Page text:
Yet it is unclear why protecting this category of small business from liability under a commercial lease constitutes a significant state interest. What is special about protected tenants as compared to other small businesses that were not deemed essential or life sustaining yet were also significantly impacted by COVID-19?

Moreover, why is there only a significant state interest in shielding protected tenants from liability under their leases, as compared to liability that protected tenants may also have towards other creditors that supplied them with the furniture, fixtures, equipment and materials needed to conduct their businesses? Why is there not a significant state interest in protecting small landlords that lease space to protected tenants from loss of rental income under a commercial lease that they and their mortgage lender relied on in extending credit to the landlord?

This point holds true even if Section 2 of the bill were to apply uniformly to all commercial tenants. The contention that "the interest advanced by the [Bill] is not to give tenants an advantage over landlords but rather stave off what might otherwise be a wave of business closures and evictions"[9] is immaterial when in fact the bill does give tenants an advantage over landlords.

Moreover, it is worth noting that the state statutes that have passed muster under the contracts clause, based on a survey of major contracts clause jurisprudence, have been aimed at protecting the public at large, rather than a certain category of small business.

For instance, the Supreme Court has upheld state statutes which purported to accomplish the following: protecting homeowners from loss of their homes via foreclosure;[10] providing for the general welfare of citizens by the reclamation of overflowed infertile lands and the erection of dams, levees and dikes for that purpose;[11] preserving fresh water[12] and game lands for hunting;[13] and protecting employee pensioners[14] and insurance policyholders.[15]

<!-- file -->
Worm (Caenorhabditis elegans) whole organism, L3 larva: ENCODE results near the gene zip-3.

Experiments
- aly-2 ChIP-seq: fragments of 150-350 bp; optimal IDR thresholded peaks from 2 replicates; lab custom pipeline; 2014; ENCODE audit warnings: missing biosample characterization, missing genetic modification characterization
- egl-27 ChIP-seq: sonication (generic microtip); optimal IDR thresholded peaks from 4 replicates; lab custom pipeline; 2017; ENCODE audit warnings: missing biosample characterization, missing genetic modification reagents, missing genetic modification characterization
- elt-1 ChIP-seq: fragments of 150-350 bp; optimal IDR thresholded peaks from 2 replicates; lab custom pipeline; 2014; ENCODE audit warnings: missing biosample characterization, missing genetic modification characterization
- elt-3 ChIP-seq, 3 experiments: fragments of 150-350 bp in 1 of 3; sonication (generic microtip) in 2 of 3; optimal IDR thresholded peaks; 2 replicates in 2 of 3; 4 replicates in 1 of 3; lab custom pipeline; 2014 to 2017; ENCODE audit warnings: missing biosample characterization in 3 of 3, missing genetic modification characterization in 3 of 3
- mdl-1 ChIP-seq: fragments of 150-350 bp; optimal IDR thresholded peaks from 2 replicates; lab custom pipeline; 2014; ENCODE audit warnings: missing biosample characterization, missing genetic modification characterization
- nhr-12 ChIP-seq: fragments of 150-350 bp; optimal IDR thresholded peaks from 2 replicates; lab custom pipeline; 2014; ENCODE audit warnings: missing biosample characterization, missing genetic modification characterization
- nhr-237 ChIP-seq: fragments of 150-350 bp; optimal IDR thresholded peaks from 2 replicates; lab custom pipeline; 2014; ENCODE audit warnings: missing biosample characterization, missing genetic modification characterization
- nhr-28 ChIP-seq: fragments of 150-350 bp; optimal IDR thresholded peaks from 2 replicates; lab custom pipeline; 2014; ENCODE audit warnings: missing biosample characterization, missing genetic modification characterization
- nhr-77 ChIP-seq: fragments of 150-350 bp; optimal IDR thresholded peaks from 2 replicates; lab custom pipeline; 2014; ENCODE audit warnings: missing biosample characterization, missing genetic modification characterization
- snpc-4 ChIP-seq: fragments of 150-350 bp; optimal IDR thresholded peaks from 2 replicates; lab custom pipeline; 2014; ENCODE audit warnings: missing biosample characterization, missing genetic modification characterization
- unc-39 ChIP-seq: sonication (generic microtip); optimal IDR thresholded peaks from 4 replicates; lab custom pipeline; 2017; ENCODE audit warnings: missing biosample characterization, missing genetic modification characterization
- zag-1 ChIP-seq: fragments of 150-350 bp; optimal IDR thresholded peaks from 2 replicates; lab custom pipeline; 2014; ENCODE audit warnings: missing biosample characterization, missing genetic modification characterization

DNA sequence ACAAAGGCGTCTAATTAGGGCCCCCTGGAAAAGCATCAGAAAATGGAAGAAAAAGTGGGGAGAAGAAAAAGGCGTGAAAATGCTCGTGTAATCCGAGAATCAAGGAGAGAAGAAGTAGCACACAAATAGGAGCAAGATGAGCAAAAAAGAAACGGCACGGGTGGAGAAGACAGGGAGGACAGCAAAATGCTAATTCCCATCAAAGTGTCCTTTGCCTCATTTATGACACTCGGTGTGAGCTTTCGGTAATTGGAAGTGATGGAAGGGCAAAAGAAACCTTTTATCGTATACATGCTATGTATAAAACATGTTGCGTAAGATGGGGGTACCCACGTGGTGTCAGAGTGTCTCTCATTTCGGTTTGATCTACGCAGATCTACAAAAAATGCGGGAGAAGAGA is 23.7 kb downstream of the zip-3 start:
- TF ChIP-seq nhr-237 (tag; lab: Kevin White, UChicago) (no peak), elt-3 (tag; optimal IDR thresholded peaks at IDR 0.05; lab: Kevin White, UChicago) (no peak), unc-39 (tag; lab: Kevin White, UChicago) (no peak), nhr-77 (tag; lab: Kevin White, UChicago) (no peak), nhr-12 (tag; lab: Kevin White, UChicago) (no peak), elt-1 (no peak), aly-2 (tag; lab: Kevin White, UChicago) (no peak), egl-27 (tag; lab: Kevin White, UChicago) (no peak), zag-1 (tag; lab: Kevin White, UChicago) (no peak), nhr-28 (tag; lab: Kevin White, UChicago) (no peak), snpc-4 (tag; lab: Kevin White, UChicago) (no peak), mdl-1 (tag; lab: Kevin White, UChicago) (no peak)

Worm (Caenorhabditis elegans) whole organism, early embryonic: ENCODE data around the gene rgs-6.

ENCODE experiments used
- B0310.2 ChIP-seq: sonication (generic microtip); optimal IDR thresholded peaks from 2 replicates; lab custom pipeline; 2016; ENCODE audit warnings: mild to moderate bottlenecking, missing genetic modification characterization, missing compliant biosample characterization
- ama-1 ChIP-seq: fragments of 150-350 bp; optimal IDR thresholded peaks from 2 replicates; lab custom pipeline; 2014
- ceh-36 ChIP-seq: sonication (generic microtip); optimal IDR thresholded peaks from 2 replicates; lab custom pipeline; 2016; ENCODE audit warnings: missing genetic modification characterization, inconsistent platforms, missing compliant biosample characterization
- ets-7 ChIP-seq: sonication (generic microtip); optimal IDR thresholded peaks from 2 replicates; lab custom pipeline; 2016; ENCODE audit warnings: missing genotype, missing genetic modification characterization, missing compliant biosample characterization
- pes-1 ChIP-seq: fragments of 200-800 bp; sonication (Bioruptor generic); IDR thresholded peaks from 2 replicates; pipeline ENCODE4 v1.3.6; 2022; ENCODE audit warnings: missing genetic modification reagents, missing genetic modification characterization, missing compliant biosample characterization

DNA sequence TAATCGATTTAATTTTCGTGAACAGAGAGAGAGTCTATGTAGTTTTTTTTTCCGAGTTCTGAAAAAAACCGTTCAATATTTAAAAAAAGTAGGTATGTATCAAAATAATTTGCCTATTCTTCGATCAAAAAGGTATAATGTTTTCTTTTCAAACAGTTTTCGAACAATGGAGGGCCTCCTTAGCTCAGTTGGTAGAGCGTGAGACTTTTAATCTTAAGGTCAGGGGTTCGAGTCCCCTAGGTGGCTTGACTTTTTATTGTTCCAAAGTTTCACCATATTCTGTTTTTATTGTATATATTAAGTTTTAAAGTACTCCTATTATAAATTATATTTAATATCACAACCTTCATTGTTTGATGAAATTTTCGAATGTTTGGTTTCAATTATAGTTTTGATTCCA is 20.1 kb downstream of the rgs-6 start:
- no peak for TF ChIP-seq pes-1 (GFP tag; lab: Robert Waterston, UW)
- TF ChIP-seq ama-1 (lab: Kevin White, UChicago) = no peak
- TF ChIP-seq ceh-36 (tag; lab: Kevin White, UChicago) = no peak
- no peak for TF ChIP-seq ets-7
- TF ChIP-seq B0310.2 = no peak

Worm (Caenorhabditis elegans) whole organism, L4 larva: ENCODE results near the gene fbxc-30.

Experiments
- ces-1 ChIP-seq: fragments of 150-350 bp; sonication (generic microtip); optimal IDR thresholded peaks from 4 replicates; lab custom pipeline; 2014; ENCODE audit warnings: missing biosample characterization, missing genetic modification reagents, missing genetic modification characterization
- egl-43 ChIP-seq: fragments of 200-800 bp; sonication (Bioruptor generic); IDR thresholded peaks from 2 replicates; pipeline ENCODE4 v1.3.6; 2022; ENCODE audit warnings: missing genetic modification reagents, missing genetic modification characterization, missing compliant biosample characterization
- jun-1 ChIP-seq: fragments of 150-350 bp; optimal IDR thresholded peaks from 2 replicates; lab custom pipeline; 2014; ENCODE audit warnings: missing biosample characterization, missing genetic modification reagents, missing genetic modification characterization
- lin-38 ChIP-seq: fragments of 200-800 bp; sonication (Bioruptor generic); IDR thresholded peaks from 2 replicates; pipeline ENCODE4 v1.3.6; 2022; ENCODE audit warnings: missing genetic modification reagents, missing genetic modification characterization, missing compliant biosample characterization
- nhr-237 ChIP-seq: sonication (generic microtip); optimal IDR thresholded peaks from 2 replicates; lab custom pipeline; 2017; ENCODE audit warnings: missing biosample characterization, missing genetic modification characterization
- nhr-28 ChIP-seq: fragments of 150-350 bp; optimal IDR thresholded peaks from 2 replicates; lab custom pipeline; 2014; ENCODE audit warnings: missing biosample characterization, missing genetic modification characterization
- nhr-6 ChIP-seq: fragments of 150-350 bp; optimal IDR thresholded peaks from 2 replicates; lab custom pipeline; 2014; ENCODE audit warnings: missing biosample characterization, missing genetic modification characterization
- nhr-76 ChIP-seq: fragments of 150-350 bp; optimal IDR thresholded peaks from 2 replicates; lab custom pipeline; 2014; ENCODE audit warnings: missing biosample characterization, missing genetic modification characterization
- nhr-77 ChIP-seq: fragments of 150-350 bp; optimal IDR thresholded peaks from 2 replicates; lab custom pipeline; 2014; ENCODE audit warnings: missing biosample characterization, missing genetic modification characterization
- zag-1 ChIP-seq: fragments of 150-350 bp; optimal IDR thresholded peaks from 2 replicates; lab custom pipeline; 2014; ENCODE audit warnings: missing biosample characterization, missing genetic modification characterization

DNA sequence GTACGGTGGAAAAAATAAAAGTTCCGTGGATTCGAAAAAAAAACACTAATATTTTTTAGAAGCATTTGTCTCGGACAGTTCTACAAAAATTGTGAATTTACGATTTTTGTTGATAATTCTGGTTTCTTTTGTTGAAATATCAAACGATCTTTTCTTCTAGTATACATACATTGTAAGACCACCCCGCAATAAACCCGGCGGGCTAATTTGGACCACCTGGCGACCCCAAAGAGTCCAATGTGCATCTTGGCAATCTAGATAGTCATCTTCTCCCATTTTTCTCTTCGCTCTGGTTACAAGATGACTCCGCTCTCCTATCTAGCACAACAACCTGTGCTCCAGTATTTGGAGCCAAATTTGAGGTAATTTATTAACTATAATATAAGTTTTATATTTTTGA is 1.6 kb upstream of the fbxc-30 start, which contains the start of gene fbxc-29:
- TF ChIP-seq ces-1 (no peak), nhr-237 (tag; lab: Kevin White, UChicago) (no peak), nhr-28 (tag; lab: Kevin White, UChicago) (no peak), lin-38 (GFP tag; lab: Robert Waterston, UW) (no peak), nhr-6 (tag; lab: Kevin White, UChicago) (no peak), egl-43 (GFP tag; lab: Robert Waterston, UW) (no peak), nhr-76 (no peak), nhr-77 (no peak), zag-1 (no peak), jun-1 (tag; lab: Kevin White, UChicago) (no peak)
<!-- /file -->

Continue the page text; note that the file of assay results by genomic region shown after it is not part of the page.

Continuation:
Even assuming the purpose behind the bill were found unobjectionable by a reviewing court, it is not a foregone conclusion that the bill presents an appropriate or reasonable mechanism to achieve such purpose. The Judiciary Committee noted that "there is a logical relationship between the interest advanced—preventing eviction and closure of a large number of small businesses and restaurants—and the mechanism employed."[16]

But how will granting a termination right to a tenant advance the goal of preventing the closure of protected tenants? If a protected tenant terminates its lease, the business that was once located in the leased premises will surely close — at least until it is able to gather the resources to reopen in a new location. So it seems as though the idea that a logical relationship is the standard is likely to be fertile ground for debate.

The case Home Building & Loan Association v. Blaisdell[17] provides further analysis as to the question of whether a statute is properly drafted to advance the public policy at issue. In Blaisdell, the Supreme Court held that a Minnesota statute extending the time during which borrowers could occupy and repurchase property following foreclosure did not violate the contracts clause.